The quote critiques Google and Facebook's strategy of acquiring companies but allowing them to operate independently, suggesting that it may not be the most effective approach to building a cohesive ecosystem.

The Evolution of Computing Ecosystems

  • Computing ecosystems often emerge after a company has already established a foothold with previous innovations.
  • Examples include Microsoft's Windows following DOS and Apple's iPod as a precursor to its broader ecosystem.
  • Google and Facebook evolved into platform companies, starting with products built on existing platforms like the web.

"It's often the second or third swing is when you take a new ecosystem."

This quote highlights the pattern that successful computing ecosystems are usually not a company's first product but come after initial success in the market.

The Importance of Early Head Starts

  • Amazon's early investment in Alexa provided a significant advantage over competitors like Google Home.
  • The sales figures and market penetration of Alexa-enabled devices underscore Amazon's lead.
  • The integration of Alexa with third-party devices has become widespread.

"From Google Home. There was a 2017 report in September that there was about 20 million echoes that had been sold, versus about 7 million Google homes."

This quote provides a concrete example of Amazon's early lead in the smart home market, with sales figures illustrating the advantage of being an early mover.

Sonos's Strategy and Ecosystem Flexibility

  • Sonos's decision to support multiple ecosystems, including Alexa and Google Home, is described as a strategic move to be like "Switzerland."
  • This approach allows users to choose between different ecosystems without being locked in.

"So personally I'm not willing to make the bet yet on it's funny how Sonos lets you hedge because they are going to be rolling out Google home."

The quote discusses Sonos's strategy to remain neutral by supporting multiple ecosystems, allowing users to hedge their bets on which platform will dominate.

The Impact of Acquisitions on Company Strategy

  • The acquisition of Nest by Google is compared to the acquisition of Android, highlighting the potential for strategic realignment within the parent company.
  • The discussion considers whether earlier integration of Nest into Google could have led to a more effective response to Amazon's Alexa.

"If Google had acquired Nest in 2011, it would have been a very similar playbook to when they acquired Android in 2005."

This quote draws parallels between Google's acquisition of Nest and its earlier acquisition of Android, suggesting that similar strategic opportunities could have been leveraged with Nest.

The Difficulty of Building Independent Platforms

  • Building a platform as an independent company is challenging.
  • The conversation suggests that even successful companies with innovative products struggle to exist independently without the support of a larger ecosystem.

"Clearly, none of them can exist as independent companies."

This quote underscores the difficulty of sustaining an independent platform company without the backing of a larger ecosystem or parent company.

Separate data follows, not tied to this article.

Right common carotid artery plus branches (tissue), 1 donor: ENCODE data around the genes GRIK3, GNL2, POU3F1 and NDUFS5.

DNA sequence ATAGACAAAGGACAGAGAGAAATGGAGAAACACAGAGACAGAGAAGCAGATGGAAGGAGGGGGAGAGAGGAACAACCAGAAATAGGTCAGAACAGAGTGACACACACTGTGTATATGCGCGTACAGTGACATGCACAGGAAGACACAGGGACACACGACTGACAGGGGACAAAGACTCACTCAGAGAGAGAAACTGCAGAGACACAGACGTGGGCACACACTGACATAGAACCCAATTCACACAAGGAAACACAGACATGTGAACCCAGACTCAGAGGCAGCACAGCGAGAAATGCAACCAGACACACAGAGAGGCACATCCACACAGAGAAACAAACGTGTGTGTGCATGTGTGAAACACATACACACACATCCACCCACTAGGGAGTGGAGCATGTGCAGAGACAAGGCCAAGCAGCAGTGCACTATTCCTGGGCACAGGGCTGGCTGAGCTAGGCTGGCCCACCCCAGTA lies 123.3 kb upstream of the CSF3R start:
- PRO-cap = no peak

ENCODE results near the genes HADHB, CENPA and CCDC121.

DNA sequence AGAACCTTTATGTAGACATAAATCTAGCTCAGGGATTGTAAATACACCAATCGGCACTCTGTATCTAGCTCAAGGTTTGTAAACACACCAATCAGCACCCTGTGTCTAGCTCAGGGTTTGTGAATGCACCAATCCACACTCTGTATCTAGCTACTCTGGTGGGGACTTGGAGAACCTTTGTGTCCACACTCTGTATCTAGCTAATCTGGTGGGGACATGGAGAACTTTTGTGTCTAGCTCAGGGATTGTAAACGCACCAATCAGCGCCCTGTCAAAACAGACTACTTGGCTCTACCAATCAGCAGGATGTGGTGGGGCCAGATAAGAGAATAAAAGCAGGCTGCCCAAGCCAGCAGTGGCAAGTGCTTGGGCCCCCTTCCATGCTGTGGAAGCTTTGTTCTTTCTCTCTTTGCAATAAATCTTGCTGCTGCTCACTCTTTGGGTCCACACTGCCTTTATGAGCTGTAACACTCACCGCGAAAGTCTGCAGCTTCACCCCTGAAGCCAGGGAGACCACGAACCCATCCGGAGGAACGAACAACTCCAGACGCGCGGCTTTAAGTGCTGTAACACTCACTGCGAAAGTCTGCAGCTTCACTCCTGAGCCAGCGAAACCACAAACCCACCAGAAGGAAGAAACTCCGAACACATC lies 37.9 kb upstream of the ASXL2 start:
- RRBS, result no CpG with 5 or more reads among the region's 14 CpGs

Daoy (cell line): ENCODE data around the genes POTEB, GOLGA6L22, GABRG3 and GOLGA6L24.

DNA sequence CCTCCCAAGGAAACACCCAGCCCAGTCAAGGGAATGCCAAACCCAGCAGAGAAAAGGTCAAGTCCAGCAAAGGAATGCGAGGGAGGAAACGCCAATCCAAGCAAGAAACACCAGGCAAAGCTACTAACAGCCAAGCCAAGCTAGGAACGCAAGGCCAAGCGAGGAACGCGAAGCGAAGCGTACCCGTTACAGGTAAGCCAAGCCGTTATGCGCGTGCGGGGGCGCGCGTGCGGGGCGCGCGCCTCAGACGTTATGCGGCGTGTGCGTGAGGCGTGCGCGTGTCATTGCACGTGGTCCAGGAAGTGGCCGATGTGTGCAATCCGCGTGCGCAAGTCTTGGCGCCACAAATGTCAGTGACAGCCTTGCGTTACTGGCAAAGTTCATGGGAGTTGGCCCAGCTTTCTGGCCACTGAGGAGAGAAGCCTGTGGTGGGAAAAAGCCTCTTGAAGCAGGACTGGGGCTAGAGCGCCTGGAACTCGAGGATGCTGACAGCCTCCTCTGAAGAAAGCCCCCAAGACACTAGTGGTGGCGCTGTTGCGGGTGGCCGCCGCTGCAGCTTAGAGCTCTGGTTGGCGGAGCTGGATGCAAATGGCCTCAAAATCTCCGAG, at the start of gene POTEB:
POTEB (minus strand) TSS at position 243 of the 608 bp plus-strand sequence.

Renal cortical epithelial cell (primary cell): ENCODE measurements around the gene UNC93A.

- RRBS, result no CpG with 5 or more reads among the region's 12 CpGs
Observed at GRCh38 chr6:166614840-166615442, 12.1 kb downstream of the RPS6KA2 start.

The Role of Hardware, Software, and Services in Computing Platforms

  • The integration of hardware, software, and services is crucial for computing platforms.
  • The quote from Steve Jobs, "if you really care about software, you care about hardware," reflects the intertwined nature of these components.

"It's not just software, it's not just hardware, it's not just services. It's all three altogether."

This quote encapsulates the idea that successful computing platforms require a harmonious blend of hardware, software, and services.

The Stairstep Approach for Startups

  • Startups should focus on products with network effects before attempting to build platforms.
  • This strategy has been employed by companies like Google, Facebook, Microsoft, and Apple.
  • The discussion includes the example of Snapchat leveraging its app's network effect to potentially build a broader platform.

"You can't start with the platform in mind, but you can start with a product and a product that has a network effect, and then you can use that to then in the next generation bridge into the platform."

The quote advises startups on the importance of beginning with a network effect product before transitioning to a platform, following the footsteps of successful tech giants.

The Timing of Innovation in Smart Home Technology

  • The conversation explores why smart home technology has become popular now, as opposed to earlier attempts.
  • Factors such as the smartphone revolution and the concept of learning devices are considered to be enablers of current smart home adoption.

"I think one piece of the positioning and functionality that nest got really right was this idea of being a learning smart home device, not a smart home device."

This quote highlights the importance of timing and the right feature set, such as learning capabilities, in the success of smart home technology like Nest.

Grading Google's Acquisition of Nest

  • The acquisition of Nest by Google is critiqued for being financially and strategically questionable.
  • The discussion reflects on the missed opportunities and slow response to Amazon's Alexa.

"I think this is a d."

This quote represents the speaker's negative assessment of Google's acquisition of Nest, considering it a poor strategic move in hindsight.

Final Thoughts on the Episode

  • The episode concludes with a reflection on the topics discussed, including the importance of strategic acquisitions and the challenges of competing in the smart home market.
  • The hosts share their personal "carve outs," recommending content that interests them outside the main discussion.

"Nest. Nest in 90 minutes or less."

This quote wraps up the episode, summarizing the extensive discussion on Nest and its role within the broader technology landscape.